Nor is it to be supposed that baptism is bestowed only with reference to the past, so that, in regard to new lapses into which we fall after baptism, we must seek new remedies of expiation in other so-called sacraments, just as if the power of baptism had become obsolete. To this error, in ancient times, it was owing that some refused to be initiated by baptism until their life was in extreme danger, and they were drawing their last breath, that they might thus obtain pardon for all the past. Against this preposterous precaution ancient bishops frequently inveigh in their writings. We ought to consider that at whatever time we are baptised, we are washed and purified once for the whole of life. Wherefore, there can be no doubt that all the godly may, during the whole course of their lives, whenever they are vexed by a consciousness of their sins, recall the remembrance of their baptism, that they may thereby assure themselves of that sole and perpetual ablution which we have in the blood of Christ.
But there is more besides this from Calvin to which Brother Bayly must give attention:

The Geneva Catechism:

Q324 First, what is the meaning of Baptism?
It consists of two parts. For, first, Forgiveness of sins; and, secondly, Spiritual regeneration, is figured by it. (Ephesians 5:26; Romans 6:4)
Q325 What resemblance has water with these things, so as to represent them?
Forgiveness of sins is a kind of washing, by which our souls are cleansed from their defilements, just as bodily stains are washed away by water.

Q327 Do you think that the water is a washing of the soul?
By no means; for it were impious to snatch away this honour from the blood of Christ, which was shed in order to wipe away all our stains:, and render us pure and unpolluted in the sight of God. (1 Peter 1:19; 1 John 1:7.) And we receive the fruit of this cleansing when the Holy Spirit sprinkles our consciences with that sacred blood. Of this we have a seal in the Sacrament.
Q328 But do you attribute nothing more to the water than that it is a figure of ablution?
I understand it to be a figure, but still so that the reality is annexed to it; for God does not disappoint us when he promises us his gifts. Accordingly, it is certain that both pardon of sins and newness of life are offered to us in baptism, and received by us.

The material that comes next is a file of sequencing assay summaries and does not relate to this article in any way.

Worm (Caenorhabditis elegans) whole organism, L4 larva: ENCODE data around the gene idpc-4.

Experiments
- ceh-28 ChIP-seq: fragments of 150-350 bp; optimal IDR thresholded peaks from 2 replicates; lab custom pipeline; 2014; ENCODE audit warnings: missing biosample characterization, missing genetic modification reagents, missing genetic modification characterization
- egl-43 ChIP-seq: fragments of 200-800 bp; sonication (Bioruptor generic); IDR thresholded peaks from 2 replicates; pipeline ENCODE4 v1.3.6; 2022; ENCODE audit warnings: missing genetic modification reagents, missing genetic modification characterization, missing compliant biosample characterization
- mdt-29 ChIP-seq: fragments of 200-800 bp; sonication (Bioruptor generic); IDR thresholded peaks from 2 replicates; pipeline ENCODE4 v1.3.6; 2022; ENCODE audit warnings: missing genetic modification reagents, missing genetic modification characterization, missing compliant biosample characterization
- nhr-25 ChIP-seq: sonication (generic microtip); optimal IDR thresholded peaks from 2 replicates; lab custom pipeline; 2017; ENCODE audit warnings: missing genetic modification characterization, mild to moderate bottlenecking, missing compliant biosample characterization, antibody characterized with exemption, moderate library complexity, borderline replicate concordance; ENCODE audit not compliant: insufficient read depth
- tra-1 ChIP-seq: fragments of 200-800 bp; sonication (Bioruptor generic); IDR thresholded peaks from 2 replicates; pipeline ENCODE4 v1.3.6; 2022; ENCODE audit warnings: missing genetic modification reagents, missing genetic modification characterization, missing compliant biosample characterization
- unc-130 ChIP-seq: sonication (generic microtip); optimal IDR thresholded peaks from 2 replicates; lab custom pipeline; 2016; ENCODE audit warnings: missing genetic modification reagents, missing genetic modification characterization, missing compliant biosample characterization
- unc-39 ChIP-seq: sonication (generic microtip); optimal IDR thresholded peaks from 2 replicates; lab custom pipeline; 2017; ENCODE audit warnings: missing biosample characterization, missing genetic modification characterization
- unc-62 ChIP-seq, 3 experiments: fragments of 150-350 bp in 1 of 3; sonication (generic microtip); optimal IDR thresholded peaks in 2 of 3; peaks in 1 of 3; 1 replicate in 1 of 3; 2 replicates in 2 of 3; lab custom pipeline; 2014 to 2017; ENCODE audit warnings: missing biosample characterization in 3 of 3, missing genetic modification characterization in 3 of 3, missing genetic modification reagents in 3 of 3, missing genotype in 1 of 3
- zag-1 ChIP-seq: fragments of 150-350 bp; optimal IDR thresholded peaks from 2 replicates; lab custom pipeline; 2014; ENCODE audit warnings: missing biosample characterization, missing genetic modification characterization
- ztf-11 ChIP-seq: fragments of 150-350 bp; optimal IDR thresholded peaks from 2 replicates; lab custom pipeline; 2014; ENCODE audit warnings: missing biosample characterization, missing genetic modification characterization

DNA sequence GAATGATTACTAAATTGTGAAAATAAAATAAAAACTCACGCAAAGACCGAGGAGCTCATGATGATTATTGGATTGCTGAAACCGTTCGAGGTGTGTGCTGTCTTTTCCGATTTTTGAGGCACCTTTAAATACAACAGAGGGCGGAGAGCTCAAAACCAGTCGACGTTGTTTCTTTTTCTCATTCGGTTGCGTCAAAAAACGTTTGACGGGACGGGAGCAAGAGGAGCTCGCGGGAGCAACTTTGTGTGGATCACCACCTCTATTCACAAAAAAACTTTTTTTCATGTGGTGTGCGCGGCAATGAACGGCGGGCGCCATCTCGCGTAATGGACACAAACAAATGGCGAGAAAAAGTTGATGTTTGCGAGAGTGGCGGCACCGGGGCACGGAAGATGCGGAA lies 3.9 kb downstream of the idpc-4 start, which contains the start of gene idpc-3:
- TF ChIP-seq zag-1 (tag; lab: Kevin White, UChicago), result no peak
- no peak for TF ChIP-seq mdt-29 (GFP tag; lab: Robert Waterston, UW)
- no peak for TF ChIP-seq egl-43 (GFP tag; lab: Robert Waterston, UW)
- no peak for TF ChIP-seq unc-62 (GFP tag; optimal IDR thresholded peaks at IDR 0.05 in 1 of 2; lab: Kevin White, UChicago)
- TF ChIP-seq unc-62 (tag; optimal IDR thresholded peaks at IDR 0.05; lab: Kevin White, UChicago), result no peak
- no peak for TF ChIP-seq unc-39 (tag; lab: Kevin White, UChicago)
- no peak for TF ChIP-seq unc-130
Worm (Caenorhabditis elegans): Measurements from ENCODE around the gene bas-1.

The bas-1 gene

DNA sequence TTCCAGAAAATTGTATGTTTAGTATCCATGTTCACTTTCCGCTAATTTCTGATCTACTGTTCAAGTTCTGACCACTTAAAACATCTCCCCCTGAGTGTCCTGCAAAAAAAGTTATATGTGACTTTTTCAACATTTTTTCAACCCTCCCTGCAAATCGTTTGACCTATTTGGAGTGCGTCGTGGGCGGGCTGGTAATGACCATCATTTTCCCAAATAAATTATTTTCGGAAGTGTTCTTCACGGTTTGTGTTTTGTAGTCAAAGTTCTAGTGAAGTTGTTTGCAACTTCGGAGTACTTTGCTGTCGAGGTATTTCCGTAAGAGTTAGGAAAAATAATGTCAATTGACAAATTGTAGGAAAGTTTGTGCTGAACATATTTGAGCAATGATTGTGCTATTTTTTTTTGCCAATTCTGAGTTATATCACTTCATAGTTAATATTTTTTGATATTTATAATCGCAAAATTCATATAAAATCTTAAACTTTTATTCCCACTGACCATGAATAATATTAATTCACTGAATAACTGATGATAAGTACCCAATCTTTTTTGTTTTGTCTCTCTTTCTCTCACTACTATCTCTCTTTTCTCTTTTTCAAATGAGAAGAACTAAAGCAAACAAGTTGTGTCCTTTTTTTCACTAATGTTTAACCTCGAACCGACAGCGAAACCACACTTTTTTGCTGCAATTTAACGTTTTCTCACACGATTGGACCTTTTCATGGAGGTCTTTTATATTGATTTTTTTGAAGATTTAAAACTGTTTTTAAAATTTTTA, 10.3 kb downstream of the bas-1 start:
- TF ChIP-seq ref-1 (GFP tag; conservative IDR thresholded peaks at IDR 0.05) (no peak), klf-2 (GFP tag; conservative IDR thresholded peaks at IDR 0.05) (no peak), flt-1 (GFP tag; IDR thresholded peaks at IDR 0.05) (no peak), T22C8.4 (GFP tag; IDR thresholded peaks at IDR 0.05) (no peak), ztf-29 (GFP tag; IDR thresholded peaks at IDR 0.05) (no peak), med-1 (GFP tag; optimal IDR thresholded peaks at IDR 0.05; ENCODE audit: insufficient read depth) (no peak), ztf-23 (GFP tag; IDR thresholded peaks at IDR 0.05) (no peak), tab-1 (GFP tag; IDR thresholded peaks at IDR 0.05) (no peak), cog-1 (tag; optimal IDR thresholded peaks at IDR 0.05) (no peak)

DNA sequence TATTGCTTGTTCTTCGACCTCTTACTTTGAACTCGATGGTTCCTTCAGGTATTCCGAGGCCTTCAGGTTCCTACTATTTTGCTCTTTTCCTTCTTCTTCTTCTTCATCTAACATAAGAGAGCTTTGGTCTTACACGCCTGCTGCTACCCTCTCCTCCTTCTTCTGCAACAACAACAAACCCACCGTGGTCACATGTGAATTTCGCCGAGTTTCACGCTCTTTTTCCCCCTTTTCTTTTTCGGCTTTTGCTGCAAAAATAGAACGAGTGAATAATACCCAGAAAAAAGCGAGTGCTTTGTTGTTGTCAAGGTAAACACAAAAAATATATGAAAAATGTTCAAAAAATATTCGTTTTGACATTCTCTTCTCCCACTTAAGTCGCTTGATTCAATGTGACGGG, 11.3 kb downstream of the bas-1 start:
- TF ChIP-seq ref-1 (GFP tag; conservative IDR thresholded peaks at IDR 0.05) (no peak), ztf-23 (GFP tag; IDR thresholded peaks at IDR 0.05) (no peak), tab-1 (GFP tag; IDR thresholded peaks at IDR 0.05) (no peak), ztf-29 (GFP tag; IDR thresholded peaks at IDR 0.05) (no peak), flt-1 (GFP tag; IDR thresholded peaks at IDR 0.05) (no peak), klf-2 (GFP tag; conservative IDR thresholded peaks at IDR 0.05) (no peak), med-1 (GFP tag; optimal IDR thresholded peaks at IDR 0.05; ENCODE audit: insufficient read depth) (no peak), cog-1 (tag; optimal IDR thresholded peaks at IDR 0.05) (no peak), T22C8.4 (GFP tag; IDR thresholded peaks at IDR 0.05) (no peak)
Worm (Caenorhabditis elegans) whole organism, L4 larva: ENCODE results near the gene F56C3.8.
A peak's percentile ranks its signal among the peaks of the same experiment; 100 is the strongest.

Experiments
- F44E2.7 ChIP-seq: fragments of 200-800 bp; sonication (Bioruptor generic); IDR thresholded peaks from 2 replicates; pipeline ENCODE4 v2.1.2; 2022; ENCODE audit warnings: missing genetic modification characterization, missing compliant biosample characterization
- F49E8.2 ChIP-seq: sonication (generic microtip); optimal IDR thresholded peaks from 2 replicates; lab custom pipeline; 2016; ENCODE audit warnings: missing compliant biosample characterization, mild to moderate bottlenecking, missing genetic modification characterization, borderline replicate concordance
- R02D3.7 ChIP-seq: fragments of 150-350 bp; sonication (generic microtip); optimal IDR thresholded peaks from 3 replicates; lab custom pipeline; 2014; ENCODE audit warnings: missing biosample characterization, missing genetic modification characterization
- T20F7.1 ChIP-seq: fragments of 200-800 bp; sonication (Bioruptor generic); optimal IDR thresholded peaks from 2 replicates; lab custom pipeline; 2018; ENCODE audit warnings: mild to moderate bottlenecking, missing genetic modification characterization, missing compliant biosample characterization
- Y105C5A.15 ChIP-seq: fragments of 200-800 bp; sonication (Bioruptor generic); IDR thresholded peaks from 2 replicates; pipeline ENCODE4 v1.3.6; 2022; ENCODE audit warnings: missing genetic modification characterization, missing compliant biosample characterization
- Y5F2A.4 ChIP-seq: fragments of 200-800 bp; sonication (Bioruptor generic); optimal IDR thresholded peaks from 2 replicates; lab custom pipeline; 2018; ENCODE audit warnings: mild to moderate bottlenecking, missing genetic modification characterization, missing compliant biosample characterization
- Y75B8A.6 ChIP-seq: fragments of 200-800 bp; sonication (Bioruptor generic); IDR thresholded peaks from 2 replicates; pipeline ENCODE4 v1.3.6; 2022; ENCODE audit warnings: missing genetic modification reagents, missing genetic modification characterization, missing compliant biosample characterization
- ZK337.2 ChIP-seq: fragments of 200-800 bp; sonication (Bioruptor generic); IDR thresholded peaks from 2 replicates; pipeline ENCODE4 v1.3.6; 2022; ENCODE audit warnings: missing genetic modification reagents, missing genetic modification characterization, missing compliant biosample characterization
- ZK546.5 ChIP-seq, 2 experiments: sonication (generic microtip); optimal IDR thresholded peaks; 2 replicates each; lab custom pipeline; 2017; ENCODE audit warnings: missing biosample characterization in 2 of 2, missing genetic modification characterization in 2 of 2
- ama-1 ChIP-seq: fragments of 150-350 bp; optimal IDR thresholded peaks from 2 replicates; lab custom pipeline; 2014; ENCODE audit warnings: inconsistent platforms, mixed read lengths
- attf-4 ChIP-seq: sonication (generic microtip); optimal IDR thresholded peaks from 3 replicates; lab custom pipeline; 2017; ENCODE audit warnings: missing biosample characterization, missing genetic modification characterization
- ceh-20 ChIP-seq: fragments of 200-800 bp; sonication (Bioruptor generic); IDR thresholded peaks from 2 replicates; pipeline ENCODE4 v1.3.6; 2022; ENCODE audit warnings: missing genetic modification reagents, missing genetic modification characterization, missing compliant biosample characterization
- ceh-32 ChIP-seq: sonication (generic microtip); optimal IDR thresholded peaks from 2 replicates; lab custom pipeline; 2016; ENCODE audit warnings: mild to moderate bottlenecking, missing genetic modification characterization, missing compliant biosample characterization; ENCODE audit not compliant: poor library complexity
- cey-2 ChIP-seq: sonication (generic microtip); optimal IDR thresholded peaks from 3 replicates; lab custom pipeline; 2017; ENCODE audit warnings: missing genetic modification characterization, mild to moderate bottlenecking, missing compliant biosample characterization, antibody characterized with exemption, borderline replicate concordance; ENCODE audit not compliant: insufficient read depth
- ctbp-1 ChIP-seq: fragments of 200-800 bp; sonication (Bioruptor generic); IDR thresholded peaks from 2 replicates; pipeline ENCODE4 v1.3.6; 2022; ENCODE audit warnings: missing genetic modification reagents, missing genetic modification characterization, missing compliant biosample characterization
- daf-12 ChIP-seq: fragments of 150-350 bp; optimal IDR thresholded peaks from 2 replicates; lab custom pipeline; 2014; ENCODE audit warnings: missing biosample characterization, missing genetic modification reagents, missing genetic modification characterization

Q331 How are these blessings bestowed upon us by Baptism?
If we do not render the promises there offered unfruitful by rejecting them, we are clothed with Christ, and presented with his Spirit.
The Second Helvetic Confession:
Baptism is instituted by Christ (Matt. xxviii. 19; Mark xvi. 15). There is only one baptism in the Church; it lasts for life, and is a perpetual seal of our adoption. To be baptized in the name of Christ is to be enrolled, initiated, and received into the covenant, into the family and the inheritance of the sons of God, that, cleansed from our sins by the blood of Christ, we may lead a new and innocent life. We are internally regenerated by the Holy Ghost, but we receive publicly the seal of these blessings by baptism. Water washes away filth, and refreshes and comforts the body; the grace of God inwardly and invisibly cleanses the soul.
The Scots Confession:
Now to be baptized in the name of Christ is to be enrolled, entered, and received into the covenant and family, and so into the inheritance of the sons of God; yes, and in this life to be called after the name of God; that is to say, to be called a son of God; to be cleansed also from the filthiness of sins, and to be granted the manifold grace of God, in order to lead a new and innocent life. Baptism, therefore, calls to mind and renews the great favor God has shown to the race of mortal men. For we are all born in the pollution of sin and are the children of wrath. But God, who is rich in mercy, freely cleanses us from our sins by the blood of his Son, and in him adopts us to be his sons, and by a holy covenant joins us to himself, and enriches us with various gifts, that we might live a new life. All these things are assured by baptism. For inwardly we are regenerated, purified, and renewed by God through the Holy Spirit and outwardly we receive the assurance of the greatest gifts in the water, by which also those great benefits are represented, and, as it were, set before our eyes to be beheld.